Although The Sorrow Of Two Blooms is, like their two previous records, groaning, sombre post-punk, this categorization still seems to be a product of circumstance—the music they've simply been immersed in for their lives. And as with Silent Servant and Sandwell District, it's about an aesthetic, primarily; it just happens to be the style it is. This isn't an accident: John Mendez has previously declared his motive to create art rather than audio engineering, and Sorrow stands as a piece. Vocals are reverberated into indecipherability, ascetic and rigid programmed drums lay underneath, and washes of a slightly more electronic, clinical and thin version of Kevin Shields' guitar layovers surround it all. You could probably count the number of actual notes that are used in the backing tracks on one hand—"A Color" simply rises, falls, rises, falls; then ends. There's no place to get to, we're just held in thrall.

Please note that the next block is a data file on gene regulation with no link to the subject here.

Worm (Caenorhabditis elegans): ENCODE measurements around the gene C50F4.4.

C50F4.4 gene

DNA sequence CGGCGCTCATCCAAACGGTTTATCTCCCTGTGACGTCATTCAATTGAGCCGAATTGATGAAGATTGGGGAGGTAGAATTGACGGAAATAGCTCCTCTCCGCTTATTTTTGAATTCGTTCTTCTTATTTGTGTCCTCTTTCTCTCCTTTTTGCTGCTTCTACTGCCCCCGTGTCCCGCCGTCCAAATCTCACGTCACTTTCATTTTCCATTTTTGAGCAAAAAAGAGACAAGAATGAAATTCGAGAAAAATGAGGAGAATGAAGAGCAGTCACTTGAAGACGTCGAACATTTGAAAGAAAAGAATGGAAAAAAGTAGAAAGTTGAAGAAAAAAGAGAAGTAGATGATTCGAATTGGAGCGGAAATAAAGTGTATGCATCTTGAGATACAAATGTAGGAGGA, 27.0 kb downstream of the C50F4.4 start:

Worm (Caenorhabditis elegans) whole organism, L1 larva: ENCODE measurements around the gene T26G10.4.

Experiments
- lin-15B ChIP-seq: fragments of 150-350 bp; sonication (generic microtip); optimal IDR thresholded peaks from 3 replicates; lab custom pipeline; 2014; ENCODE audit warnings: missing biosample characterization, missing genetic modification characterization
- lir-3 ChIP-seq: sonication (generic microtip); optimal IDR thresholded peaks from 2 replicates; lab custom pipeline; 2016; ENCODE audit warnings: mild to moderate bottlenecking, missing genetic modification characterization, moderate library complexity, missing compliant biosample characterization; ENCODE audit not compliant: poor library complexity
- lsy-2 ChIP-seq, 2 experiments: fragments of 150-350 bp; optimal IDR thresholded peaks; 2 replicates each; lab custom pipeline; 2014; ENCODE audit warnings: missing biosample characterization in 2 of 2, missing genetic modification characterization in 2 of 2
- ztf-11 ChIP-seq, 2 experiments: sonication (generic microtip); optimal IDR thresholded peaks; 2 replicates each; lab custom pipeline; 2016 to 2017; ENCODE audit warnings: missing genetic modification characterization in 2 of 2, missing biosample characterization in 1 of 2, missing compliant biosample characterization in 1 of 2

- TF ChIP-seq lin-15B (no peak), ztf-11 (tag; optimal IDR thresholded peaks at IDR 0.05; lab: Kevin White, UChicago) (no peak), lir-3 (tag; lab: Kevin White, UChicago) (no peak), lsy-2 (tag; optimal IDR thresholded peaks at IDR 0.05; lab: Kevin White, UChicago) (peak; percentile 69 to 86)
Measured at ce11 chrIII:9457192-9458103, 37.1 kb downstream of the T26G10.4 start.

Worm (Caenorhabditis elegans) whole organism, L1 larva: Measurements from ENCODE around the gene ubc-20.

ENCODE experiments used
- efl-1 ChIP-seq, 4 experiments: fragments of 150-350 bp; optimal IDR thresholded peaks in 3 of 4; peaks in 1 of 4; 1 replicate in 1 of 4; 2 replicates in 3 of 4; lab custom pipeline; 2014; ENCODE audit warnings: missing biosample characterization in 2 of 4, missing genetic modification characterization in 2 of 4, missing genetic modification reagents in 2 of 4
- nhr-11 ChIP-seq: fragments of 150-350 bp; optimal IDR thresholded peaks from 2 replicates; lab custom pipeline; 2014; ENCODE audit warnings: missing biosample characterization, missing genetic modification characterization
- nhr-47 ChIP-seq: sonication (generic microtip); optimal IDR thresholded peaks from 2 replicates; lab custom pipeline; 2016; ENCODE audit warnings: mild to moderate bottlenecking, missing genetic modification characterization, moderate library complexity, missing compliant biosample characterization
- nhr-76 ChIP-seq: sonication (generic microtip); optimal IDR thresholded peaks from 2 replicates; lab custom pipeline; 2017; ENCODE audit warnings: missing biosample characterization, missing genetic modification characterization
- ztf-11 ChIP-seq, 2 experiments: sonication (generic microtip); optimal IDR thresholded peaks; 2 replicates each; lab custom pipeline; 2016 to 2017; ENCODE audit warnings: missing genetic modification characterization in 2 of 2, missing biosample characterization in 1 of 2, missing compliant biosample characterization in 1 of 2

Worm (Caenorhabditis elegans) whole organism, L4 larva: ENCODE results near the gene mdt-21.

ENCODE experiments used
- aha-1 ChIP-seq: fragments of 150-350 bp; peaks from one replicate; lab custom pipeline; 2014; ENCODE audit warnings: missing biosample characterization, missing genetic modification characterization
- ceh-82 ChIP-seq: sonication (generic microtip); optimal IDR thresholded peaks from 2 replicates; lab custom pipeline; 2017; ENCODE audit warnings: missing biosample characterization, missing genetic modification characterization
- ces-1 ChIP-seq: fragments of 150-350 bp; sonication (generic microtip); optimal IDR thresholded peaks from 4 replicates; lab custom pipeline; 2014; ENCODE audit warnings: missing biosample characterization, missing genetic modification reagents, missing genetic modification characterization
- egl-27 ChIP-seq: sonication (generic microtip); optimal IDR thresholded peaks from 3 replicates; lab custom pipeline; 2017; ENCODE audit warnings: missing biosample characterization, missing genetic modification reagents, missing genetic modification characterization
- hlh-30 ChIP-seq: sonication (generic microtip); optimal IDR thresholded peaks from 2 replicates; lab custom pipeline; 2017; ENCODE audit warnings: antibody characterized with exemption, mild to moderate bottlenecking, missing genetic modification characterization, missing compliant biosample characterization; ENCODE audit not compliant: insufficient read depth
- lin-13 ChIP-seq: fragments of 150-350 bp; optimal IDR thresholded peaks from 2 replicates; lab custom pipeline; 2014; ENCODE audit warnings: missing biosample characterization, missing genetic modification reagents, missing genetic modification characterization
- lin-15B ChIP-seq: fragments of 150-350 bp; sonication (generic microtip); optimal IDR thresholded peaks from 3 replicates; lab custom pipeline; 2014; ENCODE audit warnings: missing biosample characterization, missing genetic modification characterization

Those already fond of this area of the musical lexicon—post-punk, industrial and their cousins—that are also inclined to read articles on this website may well be smitten. Conversely, for a lot of fans of Mendez's techno, this just won't be their thing. At least, not at first. But Sorrow might, on repeat listens, link in with their usual territory, opening a gateway to an appreciation for this era, and offering an insight into the way it continues to influence modern electronic music.